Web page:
Dinner Options – Le Sands or Reef Restaurant
So what became a running joke during our stay was the inevitable 330 PM call each day asking if we wanted to make a dinner reservation. The Intercontinental Thalasso, like all hotels in Bora Bora I’m sure, works very hard to try to keep you at the hotel for dinner. Aside from the daily reservation call, the shuttle to the main island also starts costing money after 2:15 PM (about $10 per person), so they really want you to stay. Since Bora Bora is not a place where you do things on the spur of the moment, I’d actually recommend making a reservation if you plan on staying at the hotel. People who make reservations get the best tables – the best views of Mount Otemanu at Le Sands and more private tables on the edge of the patio at Reef. The latter tables compose the “front row” at the Reef Restaurant when there are cultural shows (Mondays and Fridays).
On cultural show nights, Reef generally runs a buffet that costs ~$90 USD, but the Friday night we tried to go it was only their a la carte menu. So in the end, we just ended up having Reef’s a la carte menu twice, which worked out just fine for us. We didn’t go to Reef until later in our stay, so I was actually surprised by the prices – it’s not that much more expensive than Le Sands. Le Sands entrees cost around 2800-3500 CFP ($30-$40), while at Reef entrees are more like 3200-4000 CFP ($35-$45).
As you can see from the menu (or maybe not it was pretty dark), the Reef Restaurant aims to be a more upscale, fine dining type option. For my money, I think it’s worth the slight premium; you’ll pay a little more but the food is definitely better. The first night I had an appetizer, entree, and a dessert. Oh and don’t be fooled, there’s something called the “tourist menu” that offers 10% off if you get all three courses but that’s only for non-guests (like from cruise ships).
I started with a kind of egg roll with duck inside, which I thought was really good. Jess was given a split pea soup as an appetizer even though she didn’t order anything – I wonder if we both would have gotten it if I hadn’t ordered an appetizer.
For our entrees, Jess went simple – she ordered the roasted Mahi-Mahi. It was a tiny bit overcooked but I thought the sauce was good. I ordered the guinea fowl supreme with roasted polenta. I definitely thought my entree was better and it went well with the wine we had ordered. Oh speaking of which, they have a ton of French wines, because, French Polynesia! I thought it was a pretty good selection though I don’t know much.
The second night I ordered the “vegetable soup of the day”, which changes daily. The soup I had was…tomato I think? Sorry, I can’t remember, but it was good! Jess was given the split pea soup again. That night we enjoyed our entrees much more – I ordered the filet of beef and Jess ordered the duck breast. I thought both these entrees were very well done and I’d recommend them.
Oh yeah, one note on how the food didn’t fit the description exactly sometimes. My guess is, either something was lost in menu translation, or they cook according to what is locally available. I already mentioned how there was no pineapple at the hotel, we also discovered while we were there that there was a bit of a lettuce shortage island wide. So my guess is maybe the cooks just work with what they have. I don’t know that for a fact though.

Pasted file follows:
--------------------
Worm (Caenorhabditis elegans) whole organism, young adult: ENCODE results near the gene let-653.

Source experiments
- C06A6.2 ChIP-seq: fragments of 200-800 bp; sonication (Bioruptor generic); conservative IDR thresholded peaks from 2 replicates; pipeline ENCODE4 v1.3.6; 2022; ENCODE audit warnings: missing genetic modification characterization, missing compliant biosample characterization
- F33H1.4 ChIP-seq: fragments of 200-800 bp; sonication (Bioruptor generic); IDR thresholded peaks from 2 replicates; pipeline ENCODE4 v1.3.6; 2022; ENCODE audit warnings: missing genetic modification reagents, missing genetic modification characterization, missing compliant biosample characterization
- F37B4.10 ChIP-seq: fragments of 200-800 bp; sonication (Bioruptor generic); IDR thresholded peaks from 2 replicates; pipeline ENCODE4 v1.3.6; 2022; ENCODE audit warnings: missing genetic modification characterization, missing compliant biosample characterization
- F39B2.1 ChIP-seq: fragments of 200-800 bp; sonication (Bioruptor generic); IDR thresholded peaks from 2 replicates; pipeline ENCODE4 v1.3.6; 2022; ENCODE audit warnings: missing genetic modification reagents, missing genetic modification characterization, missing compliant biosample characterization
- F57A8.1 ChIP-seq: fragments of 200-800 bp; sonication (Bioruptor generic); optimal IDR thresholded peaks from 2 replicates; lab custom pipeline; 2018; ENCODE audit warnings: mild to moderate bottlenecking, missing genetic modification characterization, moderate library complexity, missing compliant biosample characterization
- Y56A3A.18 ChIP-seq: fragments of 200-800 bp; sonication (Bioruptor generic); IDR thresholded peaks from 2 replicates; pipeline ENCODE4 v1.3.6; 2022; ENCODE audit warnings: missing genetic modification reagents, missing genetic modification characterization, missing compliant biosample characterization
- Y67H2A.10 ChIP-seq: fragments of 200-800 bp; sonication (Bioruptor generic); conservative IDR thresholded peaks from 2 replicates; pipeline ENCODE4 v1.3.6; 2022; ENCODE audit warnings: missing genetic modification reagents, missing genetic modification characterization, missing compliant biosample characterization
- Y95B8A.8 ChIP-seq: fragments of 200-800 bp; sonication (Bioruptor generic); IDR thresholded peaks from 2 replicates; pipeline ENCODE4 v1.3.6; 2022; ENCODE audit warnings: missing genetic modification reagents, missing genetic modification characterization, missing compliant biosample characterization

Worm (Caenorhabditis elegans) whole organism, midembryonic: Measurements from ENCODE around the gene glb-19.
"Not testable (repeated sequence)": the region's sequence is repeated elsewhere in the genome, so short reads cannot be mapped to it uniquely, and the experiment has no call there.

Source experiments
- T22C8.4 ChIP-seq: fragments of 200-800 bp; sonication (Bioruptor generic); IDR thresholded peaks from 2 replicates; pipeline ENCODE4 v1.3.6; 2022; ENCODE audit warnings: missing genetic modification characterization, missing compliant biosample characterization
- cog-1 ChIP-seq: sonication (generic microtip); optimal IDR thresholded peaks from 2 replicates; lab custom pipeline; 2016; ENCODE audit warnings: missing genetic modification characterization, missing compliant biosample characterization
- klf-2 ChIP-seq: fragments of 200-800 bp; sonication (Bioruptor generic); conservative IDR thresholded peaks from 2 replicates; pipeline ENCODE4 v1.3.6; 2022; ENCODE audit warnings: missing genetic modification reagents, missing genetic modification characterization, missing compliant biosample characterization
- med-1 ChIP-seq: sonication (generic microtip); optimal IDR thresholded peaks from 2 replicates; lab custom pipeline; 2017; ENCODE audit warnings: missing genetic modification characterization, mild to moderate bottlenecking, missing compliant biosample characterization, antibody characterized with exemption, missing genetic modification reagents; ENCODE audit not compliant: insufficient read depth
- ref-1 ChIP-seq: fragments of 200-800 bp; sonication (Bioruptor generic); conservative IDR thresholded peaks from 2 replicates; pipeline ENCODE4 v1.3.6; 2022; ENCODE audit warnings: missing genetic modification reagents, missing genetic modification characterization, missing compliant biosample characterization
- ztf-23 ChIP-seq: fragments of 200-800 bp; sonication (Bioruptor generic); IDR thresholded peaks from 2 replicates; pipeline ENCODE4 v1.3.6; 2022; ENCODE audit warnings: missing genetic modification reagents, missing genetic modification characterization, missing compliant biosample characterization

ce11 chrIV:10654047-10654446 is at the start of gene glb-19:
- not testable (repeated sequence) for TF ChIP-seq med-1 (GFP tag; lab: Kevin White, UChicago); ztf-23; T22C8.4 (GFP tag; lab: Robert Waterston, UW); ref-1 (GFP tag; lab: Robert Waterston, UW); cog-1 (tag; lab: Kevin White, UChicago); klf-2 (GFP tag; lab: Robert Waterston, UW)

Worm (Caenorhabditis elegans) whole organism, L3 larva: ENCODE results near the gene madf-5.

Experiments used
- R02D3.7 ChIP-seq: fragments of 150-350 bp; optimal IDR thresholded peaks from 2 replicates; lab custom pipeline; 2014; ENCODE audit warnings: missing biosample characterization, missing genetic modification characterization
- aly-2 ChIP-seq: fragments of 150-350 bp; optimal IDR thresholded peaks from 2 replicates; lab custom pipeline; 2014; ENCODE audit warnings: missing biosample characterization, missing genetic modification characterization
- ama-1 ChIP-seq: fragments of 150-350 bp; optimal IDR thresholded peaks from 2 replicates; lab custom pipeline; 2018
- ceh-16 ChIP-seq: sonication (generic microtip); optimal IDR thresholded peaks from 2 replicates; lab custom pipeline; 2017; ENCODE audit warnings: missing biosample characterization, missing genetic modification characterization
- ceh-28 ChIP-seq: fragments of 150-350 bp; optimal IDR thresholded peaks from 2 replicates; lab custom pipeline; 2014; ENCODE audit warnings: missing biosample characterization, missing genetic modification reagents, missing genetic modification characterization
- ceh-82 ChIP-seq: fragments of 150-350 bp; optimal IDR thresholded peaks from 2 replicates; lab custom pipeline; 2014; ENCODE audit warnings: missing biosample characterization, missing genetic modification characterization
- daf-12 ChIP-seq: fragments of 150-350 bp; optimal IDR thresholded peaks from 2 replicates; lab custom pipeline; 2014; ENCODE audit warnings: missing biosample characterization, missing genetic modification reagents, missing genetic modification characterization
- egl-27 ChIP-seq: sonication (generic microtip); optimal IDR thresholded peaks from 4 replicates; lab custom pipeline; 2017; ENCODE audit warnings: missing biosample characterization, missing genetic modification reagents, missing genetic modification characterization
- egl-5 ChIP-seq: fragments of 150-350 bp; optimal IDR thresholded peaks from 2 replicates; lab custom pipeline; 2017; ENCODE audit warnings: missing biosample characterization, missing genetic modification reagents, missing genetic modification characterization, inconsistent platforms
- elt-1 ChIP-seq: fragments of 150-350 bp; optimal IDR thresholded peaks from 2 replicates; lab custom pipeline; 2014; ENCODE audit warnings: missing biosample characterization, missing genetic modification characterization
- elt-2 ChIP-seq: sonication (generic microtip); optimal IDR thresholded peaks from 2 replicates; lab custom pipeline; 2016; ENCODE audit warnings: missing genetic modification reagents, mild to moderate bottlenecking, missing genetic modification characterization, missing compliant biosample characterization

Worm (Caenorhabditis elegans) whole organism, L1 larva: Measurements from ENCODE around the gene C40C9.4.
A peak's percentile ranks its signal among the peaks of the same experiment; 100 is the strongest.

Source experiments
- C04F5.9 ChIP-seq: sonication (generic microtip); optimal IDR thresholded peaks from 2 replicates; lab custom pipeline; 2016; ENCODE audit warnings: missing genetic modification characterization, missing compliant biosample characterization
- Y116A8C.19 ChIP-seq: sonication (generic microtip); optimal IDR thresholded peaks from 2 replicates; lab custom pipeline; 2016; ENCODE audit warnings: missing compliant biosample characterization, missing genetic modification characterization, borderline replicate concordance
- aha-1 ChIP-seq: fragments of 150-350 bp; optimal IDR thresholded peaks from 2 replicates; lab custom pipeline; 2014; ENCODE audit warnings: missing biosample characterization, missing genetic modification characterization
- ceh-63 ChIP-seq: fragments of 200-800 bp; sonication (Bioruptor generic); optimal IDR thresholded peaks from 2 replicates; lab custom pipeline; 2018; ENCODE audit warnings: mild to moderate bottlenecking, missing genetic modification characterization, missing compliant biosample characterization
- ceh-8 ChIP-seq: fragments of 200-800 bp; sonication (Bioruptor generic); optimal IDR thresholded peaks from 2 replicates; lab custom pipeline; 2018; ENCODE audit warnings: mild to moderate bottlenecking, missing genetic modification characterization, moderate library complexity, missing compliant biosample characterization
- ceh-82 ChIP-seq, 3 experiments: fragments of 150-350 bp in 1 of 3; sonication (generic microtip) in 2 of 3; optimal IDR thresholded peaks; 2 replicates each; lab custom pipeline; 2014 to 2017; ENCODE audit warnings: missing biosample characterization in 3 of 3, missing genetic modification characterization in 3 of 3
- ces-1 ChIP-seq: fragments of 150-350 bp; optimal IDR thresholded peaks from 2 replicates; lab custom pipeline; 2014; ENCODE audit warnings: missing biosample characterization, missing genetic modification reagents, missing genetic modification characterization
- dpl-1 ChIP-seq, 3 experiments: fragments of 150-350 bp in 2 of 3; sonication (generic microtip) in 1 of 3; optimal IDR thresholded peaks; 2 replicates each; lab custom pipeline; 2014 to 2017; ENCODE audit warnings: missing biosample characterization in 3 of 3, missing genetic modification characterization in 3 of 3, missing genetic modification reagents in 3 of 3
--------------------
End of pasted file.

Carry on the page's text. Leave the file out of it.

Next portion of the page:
Anyway, we had two desserts on our two nights. Here’s the dessert menu:
The most “interesting” looking dessert is the Cheeseburger Sucre – we saw some people get it, it really kind of looks like a cheeseburger. No idea how it tasted though. The first night got ice cream: the Tiare flavor was unique and good (it’s a flower). We also ordered the “Chocolate Lover’s Confidences” dessert – don’t ask me about the names of these desserts – which was also good. The second night we really wanted the poached pear but it ran out. We should have ordered dessert at the beginning to prevent that from happening – next time. Instead, we got the “Raspberry and Chocolate Love”. It was good, but I have to say the poached pears definitely looked better.
Overall, dinners cost us around 12,000 CFP on average (~140) not including drinks. Pricey, but like I said, still not as much of a jump from Le Sands as I had expected. And the food was definitely much better.
Entertainment at the Reef Restaurant
On Monday and Friday nights, Reef has a cultural show. The shows are different so that if you go twice in a week you won’t watch a repeat (like I said, they want you to stay). We skipped the Monday night show though we did see it from a distance – there seemed to be a lot of fire spinning around and being eaten. Making a reservation for Friday night (and the other night we ate as well) gave us seats on the edge of the patio – front row.
One issue I have, with both restaurants, is that when you are outside there are a few mosquitoes. You may remember we have a hate/hate affair with mosquitoes, but alas, what else can you do on a tropical island. But bring some repellant if it bothers you. Anyway, we got to see some (I assume) traditional dancing which I thought was fairly entertaining. My favorite part though was the music, I tend to forget that French Polynesia and Hawaii are relatively close to one another (compared to the mainland), and so the music definitely had similar undertones. I really enjoyed it. The band was off to the side though so I didn’t really get to see them.
Things got really intense, however, when it started pouring. These kids who were dancing (the males looked like they were high school age) were real pros about it – they did not skip a beat. I mean, we’re talking sheets of rain, and they just kept going and the band got louder and really it was an awesome sight to behold. The leader even stood in the rain and thanked us for watching after it was all over. Honestly, I was pleasantly surprised by the entertainment, I didn’t think I’d enjoy it at all but it was good even before the tropical storm which made it great.
The Lonely Planet guide said the quality of a hotel’s food depends on who the executive chef is at the time, which makes sense. Supposedly these chefs move around a lot. At the time of the book’s writing (2013), the Intercontinental Thalasso was one of the recommended hotels to eat at. I’d say the food was good, but not spectacular by any means, but I didn’t really eat in any other comparable hotels so I don’t know the baseline. I would say that expect to eat in the hotel as a matter of course – it’s just too expensive or too much of a hassle to do otherwise. We were pleasantly surprised with our experience (we actually had only planned to eat at Reef once), and while the price was high, that’s Bora Bora for you!